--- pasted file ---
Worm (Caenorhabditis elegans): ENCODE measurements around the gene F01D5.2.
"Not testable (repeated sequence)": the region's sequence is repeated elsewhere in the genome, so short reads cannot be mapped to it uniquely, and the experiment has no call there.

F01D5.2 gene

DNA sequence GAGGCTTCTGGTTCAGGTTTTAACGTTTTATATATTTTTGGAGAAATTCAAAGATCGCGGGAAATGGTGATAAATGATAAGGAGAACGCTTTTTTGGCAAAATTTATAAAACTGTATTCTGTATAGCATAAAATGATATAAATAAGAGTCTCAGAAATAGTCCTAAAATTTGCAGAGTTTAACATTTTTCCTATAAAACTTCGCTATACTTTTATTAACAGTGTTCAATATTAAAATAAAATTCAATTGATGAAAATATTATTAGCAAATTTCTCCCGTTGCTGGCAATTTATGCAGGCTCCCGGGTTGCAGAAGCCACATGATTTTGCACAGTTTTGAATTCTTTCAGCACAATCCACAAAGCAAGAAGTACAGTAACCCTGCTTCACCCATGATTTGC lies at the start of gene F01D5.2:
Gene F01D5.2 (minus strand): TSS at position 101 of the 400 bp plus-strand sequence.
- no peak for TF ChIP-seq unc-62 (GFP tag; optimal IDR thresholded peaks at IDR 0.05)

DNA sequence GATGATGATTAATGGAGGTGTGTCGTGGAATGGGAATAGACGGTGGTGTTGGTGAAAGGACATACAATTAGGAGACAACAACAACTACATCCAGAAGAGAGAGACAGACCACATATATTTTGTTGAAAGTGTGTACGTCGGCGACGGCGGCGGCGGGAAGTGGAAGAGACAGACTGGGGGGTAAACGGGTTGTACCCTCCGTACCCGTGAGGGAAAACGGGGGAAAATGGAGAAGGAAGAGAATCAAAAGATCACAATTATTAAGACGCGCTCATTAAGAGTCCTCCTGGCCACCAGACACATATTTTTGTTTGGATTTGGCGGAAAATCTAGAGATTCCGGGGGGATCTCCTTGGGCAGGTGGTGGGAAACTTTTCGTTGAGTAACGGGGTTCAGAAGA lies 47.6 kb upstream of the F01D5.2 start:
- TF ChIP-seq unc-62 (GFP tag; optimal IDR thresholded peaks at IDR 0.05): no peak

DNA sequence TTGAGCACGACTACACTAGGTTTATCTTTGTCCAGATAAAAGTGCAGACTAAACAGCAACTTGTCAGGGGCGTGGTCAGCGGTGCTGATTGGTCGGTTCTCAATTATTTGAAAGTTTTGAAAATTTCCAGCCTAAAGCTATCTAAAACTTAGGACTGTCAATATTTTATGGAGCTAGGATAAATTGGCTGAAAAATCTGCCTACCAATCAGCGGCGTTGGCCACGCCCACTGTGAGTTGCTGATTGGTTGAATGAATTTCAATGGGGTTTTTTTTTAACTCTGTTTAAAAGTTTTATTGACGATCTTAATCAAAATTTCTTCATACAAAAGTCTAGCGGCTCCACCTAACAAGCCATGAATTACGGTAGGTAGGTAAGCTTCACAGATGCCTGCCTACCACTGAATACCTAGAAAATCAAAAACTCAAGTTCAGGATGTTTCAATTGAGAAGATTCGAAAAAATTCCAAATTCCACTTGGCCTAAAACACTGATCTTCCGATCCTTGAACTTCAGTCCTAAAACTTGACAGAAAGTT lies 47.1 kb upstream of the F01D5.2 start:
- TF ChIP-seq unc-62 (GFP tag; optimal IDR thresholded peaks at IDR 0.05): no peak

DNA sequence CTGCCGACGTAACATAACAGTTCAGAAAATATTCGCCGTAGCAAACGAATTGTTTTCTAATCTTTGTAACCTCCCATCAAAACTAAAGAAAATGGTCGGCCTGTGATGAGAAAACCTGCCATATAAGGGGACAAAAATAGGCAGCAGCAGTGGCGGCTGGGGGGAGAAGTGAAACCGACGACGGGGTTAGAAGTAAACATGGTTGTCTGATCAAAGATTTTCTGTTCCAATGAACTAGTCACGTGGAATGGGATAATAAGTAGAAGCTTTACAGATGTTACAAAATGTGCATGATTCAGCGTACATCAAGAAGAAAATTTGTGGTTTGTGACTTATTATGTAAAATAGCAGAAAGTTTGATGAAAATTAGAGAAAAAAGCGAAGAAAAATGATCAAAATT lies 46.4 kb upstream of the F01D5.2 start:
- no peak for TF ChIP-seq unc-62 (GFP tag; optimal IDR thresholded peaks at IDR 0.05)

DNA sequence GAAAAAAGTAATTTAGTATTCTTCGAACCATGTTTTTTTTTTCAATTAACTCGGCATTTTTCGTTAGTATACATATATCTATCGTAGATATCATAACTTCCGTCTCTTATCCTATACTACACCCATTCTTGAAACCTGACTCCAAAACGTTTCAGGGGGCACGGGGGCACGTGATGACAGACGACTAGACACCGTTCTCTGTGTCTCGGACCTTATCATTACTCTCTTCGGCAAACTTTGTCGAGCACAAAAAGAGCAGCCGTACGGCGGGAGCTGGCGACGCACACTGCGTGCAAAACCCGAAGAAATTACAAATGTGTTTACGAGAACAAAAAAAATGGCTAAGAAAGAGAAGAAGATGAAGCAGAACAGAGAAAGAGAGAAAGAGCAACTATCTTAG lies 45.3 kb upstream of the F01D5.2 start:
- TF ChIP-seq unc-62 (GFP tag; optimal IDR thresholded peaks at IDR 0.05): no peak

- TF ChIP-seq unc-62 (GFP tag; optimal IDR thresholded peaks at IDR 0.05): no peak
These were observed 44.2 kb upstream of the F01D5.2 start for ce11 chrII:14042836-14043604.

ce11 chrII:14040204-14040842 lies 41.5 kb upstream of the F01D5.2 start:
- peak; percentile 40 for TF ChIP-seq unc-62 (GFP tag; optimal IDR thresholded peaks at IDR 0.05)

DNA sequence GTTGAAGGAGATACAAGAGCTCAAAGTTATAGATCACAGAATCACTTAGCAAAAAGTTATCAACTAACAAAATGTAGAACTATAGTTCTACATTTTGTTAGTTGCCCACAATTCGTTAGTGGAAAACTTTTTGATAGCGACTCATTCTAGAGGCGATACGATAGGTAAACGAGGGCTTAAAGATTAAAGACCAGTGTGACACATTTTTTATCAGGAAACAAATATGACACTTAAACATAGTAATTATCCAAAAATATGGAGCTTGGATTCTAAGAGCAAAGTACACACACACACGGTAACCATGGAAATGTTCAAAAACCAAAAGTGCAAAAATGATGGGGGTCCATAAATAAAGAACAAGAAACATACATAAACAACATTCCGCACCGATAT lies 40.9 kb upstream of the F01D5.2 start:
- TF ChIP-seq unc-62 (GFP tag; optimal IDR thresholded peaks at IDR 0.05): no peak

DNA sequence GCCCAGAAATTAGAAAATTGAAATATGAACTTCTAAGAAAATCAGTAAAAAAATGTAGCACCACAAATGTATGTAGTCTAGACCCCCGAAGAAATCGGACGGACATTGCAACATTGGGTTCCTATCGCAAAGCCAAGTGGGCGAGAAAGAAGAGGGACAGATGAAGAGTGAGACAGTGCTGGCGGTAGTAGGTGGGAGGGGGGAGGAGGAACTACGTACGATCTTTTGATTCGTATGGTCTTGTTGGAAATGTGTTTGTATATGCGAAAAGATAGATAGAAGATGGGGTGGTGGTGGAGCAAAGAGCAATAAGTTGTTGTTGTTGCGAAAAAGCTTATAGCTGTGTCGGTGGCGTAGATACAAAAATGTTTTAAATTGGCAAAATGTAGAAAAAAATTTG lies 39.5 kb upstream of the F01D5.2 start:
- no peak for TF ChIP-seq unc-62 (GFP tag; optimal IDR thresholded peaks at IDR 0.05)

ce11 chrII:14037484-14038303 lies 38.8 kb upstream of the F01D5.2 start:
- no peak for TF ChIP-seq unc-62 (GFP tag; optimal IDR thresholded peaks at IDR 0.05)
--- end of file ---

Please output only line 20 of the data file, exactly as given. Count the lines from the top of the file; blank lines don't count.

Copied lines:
- TF ChIP-seq unc-62 (GFP tag; optimal IDR thresholded peaks at IDR 0.05): no peak